The year 2020 heralded the fortieth anniversary of the first Corum Golden Bridge. Marking the occasion at the end of the year, Corum released two limited editions in a case similar to the original but with modern embellishments and improvements – the best of both worlds, you could say.
The Corum Golden Bridge Rectangle 40th Anniversary limited editions are a celebration of the Golden Bridge and a reminder of just how unique the original was when it was released. Let’s dive in.
Corum Golden Bridge Rectangle 40th Anniversary
The first thing you notice when you see a Golden Bridge watch is that it looks incredible. The second thing you might notice is that it doesn’t feel vintage, retro, or aged in any way: these feel as fresh and of the moment as many watches released today.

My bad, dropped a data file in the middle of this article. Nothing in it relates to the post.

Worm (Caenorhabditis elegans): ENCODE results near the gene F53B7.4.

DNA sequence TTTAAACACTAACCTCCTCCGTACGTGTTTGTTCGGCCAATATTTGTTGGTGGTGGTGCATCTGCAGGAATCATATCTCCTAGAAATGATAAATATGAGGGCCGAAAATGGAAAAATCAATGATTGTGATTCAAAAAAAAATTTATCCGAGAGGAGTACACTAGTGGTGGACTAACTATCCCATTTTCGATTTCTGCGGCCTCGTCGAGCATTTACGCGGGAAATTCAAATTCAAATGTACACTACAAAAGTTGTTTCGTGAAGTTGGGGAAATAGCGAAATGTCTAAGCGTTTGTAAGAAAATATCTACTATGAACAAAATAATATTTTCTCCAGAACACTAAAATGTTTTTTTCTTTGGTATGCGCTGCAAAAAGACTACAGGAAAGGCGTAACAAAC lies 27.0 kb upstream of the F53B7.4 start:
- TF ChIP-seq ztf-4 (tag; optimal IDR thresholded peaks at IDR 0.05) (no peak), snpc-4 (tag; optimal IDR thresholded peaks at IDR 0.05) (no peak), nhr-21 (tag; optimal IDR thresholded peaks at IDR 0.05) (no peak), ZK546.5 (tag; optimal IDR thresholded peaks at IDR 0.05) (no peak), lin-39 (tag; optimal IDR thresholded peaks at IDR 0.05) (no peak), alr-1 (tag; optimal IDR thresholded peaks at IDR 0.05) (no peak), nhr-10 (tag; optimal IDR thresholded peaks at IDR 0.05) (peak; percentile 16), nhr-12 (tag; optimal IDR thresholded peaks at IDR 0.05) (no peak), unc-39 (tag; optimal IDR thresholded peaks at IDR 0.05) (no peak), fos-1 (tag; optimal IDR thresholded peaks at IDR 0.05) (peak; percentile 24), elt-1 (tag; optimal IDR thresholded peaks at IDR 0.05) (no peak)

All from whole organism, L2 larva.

But, importantly, these watches are also strikingly similar to the original Golden Bridge released in 1980, and that is the most telling thing about just how well this design has aged.
The new Golden Bridge Rectangle 40th Anniversary models are extremely straightforward, just like the original models, featuring a baguette-shaped bridge movement suspended down the center of a rectangular case, displaying hours and minutes with the entire movement on display.
With a crown at 6 o’clock, the modern Golden Bridge movement sees the winding mechanism and barrel provide the base for the bridge, with the gear train stacking up to the top where at 12 o’clock a small balance wheel oscillates at 4 Hz.
Also slightly departing from the original Golden Bridge, the cases have now been gently massaged with slightly more modern surface finishes, and the decoration and engraving is more flamboyant than the original (which is saying something for a watch that broke with a lot of tradition).